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Putin does not watch caricatures of himself, Kremlin says of BBC show


Russian President Vladimir Putin speaks during a joint press conference with his Austrian counterpart following their talks in Sochi on May 15, 2019. (Photo by Alexander NEMENOV / POOL / AFP)

Vladimir Putin is unlikely to watch a new BBC comedy chat show hosted by a cartoon version of the Russian leader as he “does not look at caricatures” of himself, the Kremlin said Thursday.

The British broadcaster on Wednesday announced a new semi-scripted show called “Tonight with Vladimir Putin”, set to be aired on BBC Two channel next month.

Kremlin spokesman Dmitry Peskov told Russian media that Putin “does not read the books written about him and does not look at caricatures.”


“He does not want to resemble them in any way,” he said.

The star of the show will be a 3D digital cartoon version of Putin, created using motion-capture technology.

This will enable him to walk around and sit behind a desk “interviewing real human guests in front of a studio audience, all in real-time,” the British broadcaster said in a statement.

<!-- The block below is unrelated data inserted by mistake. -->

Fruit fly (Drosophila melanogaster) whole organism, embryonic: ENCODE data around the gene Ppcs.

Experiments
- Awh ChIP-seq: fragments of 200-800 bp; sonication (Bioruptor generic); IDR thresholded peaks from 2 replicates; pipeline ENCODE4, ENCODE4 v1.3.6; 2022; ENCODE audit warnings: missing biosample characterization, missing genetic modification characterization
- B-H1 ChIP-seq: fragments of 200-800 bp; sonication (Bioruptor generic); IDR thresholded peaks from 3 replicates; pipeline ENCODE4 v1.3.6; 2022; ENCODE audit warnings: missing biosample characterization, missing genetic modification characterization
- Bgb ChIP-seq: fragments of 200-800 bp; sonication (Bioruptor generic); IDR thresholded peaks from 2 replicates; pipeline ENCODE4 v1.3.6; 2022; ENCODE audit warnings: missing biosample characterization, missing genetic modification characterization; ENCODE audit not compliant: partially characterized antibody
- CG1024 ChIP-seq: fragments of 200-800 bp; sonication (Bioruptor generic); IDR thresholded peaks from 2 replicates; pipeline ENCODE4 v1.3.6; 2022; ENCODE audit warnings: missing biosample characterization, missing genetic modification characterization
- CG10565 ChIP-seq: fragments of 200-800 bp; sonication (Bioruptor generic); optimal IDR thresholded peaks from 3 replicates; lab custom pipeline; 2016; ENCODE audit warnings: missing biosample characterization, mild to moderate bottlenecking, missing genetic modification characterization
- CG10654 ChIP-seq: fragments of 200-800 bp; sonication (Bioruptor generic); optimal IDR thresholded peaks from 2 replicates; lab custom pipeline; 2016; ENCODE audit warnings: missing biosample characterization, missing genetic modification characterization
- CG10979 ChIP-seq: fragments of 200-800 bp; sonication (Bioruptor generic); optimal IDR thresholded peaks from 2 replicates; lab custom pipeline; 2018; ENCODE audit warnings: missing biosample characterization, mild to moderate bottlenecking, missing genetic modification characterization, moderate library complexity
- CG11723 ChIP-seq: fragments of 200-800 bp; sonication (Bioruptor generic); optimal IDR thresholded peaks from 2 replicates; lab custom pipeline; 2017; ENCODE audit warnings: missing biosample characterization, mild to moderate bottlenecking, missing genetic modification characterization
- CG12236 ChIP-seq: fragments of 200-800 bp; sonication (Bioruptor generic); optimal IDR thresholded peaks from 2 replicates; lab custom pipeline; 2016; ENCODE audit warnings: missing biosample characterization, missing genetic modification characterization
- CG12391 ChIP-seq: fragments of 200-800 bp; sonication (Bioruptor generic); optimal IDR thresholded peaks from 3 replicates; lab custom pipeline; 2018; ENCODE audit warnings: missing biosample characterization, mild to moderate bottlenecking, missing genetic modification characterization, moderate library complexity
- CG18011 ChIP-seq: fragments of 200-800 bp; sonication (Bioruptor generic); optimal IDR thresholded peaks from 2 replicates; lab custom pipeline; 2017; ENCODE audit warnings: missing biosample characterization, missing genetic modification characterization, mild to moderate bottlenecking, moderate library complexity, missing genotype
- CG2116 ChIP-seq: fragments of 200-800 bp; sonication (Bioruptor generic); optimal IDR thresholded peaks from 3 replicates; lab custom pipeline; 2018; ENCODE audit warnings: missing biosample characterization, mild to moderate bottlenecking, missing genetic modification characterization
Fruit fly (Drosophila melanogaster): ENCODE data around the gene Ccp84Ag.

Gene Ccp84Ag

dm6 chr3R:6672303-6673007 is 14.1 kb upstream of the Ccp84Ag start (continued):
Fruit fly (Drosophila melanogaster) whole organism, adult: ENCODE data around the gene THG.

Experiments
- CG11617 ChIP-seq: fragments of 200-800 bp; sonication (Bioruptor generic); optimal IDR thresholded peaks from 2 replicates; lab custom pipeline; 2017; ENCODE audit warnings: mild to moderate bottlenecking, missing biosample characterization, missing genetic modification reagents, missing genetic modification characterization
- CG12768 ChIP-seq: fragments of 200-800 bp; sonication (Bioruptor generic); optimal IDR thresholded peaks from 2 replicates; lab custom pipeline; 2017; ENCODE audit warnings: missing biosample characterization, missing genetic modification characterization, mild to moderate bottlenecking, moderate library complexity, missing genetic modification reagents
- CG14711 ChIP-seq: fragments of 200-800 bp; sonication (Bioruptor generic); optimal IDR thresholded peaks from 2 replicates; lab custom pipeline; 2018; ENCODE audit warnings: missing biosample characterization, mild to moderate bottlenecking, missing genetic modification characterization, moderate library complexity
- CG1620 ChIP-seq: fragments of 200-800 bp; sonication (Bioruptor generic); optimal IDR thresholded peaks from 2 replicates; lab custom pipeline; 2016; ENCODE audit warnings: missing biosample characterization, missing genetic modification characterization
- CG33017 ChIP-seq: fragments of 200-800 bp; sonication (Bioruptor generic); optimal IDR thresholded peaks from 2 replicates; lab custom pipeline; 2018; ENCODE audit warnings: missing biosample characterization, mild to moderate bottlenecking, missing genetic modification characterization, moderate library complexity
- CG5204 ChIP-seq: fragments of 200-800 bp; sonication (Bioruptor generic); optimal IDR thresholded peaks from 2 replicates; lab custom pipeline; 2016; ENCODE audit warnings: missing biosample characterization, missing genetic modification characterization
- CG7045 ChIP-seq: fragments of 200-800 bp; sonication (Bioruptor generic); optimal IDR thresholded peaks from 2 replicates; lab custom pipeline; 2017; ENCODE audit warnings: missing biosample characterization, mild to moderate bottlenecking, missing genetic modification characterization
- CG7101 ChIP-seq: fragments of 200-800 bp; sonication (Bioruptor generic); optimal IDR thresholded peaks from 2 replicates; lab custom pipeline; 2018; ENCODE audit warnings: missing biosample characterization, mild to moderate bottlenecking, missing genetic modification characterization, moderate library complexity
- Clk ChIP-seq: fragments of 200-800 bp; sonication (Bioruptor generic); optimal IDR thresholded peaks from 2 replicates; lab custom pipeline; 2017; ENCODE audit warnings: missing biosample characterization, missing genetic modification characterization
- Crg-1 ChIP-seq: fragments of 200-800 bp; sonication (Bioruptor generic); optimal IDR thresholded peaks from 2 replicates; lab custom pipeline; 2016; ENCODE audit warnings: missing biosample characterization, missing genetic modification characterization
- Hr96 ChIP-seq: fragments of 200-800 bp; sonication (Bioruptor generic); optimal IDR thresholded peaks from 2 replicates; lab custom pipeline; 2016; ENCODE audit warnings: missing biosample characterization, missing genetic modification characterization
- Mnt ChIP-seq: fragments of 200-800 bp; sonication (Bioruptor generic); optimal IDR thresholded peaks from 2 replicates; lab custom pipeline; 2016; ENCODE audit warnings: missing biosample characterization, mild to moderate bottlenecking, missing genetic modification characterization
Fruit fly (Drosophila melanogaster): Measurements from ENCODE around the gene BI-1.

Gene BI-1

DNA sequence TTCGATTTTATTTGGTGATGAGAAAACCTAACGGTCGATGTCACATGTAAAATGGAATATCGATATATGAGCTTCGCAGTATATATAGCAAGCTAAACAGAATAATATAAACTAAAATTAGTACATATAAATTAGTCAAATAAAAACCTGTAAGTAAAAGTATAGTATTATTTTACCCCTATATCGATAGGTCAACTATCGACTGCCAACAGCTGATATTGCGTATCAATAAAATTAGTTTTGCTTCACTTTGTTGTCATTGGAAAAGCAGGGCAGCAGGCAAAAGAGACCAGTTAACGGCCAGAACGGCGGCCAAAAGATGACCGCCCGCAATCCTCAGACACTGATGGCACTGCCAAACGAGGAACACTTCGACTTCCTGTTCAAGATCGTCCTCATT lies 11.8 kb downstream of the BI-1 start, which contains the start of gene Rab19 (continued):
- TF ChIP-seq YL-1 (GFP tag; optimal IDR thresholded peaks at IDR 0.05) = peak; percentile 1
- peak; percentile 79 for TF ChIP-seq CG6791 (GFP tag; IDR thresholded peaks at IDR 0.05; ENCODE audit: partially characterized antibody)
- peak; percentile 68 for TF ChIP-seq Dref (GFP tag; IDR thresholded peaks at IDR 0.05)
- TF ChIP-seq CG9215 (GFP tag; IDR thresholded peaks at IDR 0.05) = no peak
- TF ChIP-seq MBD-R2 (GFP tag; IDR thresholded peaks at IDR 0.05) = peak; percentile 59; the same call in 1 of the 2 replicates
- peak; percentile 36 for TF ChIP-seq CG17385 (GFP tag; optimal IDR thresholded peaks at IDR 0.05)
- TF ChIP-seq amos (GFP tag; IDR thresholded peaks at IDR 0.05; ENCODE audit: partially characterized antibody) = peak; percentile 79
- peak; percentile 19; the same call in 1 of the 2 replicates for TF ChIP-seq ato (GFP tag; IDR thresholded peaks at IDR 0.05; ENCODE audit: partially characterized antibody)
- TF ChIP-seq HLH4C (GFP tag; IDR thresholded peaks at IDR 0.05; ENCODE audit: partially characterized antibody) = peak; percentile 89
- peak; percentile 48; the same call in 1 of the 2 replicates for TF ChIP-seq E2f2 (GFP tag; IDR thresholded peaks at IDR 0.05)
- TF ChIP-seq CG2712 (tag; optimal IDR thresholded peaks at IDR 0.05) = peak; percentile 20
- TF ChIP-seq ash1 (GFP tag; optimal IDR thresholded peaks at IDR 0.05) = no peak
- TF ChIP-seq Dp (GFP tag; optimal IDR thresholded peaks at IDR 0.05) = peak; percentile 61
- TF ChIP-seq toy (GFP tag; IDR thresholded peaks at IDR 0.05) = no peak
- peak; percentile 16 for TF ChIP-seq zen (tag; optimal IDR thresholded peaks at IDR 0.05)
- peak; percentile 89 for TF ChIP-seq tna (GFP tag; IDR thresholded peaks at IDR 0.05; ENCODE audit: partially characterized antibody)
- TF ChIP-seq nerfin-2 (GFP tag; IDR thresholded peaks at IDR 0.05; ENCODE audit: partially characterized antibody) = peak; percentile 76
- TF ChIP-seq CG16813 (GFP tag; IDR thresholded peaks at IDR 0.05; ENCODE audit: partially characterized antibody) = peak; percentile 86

“Everybody’s favourite bear-wrestling global strongman Vladimir Putin has finally achieved his ultimate goal -– a chat show on the BBC,” it said.

“Forget global politics, landing two pilot episodes on BBC Two of his soon to be world-famous chat show marks the ultimate victory for Vlad, leader of the free world.”

The short pilot episodes will each feature two guests, the broadcaster said, with British spin doctor Alastair Campbell set to appear in the first episode.

A preview of the show showed a 3D image of Putin in front of Buckingham Palace.

“Greetings, people of the United Kingdom,” the cartoon says in a simulated Russian accent.

In one of the shows, the fictional Russian president is shown trying to get his head around feminism — in another he thanks Campbell “for his part in making such a mess of things,” the BBC said.

Britain and Russia are at loggerheads following the poisoning of former Russian spy Sergei Skripal in the city of Salisbury last year.

Putin has honed an image of a steely man-of-action. While he enjoys telling sometimes coarse jokes at public events, he apparently is less keen on laughing at himself.

Shortly after he came to power in 2000, a Russian television channel was forced to axe a popular satirical show called “Kukly,” or puppets, that included a Putin character. The Russian leader was thought to be irked by his depiction in the programme.

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